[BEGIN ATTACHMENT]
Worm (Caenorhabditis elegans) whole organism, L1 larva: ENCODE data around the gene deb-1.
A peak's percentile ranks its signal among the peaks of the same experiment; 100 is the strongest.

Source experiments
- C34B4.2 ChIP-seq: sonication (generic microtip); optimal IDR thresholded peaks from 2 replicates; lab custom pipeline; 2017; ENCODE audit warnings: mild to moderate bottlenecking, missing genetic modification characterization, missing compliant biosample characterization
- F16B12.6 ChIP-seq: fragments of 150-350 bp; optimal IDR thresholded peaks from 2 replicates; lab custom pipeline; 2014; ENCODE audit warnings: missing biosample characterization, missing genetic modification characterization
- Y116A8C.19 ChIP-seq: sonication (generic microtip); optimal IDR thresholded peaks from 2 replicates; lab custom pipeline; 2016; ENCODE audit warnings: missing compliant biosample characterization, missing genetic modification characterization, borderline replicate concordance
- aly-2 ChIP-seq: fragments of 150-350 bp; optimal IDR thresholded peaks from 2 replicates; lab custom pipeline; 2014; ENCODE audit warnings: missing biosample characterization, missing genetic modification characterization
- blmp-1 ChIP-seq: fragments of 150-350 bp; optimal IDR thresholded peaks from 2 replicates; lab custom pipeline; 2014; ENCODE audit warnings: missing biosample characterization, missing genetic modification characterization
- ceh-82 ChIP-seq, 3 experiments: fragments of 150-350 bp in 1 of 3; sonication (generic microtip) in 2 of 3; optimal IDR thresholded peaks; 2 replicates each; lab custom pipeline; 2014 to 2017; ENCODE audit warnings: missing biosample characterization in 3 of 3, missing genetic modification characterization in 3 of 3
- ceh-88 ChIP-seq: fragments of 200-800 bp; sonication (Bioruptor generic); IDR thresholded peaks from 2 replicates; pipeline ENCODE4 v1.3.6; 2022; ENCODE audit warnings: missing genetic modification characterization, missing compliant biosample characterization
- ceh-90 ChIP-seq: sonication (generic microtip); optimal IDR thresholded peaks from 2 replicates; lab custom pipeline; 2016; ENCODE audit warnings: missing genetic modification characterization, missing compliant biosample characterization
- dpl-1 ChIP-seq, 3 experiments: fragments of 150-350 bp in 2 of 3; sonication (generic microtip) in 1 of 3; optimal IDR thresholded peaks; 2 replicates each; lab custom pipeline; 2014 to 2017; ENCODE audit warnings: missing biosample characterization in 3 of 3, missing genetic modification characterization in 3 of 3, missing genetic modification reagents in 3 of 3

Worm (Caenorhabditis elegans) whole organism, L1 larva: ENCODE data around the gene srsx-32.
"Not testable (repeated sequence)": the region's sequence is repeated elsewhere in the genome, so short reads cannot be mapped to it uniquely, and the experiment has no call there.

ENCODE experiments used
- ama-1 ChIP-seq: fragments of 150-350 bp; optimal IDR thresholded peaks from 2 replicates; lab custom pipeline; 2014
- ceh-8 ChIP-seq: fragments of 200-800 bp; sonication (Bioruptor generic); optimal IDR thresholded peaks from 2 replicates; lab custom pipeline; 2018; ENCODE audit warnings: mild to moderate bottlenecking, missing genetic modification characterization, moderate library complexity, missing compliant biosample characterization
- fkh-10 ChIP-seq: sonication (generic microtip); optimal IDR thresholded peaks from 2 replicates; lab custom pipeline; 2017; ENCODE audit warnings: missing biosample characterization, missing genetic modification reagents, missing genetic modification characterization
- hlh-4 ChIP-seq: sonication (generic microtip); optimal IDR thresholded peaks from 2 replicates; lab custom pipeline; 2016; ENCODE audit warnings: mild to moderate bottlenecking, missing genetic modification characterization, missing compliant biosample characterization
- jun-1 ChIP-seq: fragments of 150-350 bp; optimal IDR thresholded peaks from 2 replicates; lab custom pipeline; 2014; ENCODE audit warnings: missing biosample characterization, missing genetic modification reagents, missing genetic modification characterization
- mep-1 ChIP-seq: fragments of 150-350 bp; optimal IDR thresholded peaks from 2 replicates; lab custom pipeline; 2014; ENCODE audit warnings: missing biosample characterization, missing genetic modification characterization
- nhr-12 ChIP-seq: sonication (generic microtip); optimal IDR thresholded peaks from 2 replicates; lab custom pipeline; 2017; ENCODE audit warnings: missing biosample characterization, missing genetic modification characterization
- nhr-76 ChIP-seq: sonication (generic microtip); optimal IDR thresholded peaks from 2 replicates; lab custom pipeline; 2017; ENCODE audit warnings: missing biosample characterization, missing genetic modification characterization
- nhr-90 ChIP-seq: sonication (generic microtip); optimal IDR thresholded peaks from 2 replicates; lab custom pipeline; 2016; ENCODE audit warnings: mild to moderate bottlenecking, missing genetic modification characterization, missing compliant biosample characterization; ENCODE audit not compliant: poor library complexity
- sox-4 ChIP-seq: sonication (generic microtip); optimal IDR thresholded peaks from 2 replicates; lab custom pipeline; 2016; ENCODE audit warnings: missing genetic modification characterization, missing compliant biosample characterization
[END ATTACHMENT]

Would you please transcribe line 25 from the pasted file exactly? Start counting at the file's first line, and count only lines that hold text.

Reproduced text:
- sox-4 ChIP-seq: sonication (generic microtip); optimal IDR thresholded peaks from 2 replicates; lab custom pipeline; 2016; ENCODE audit warnings: missing genetic modification characterization, missing compliant biosample characterization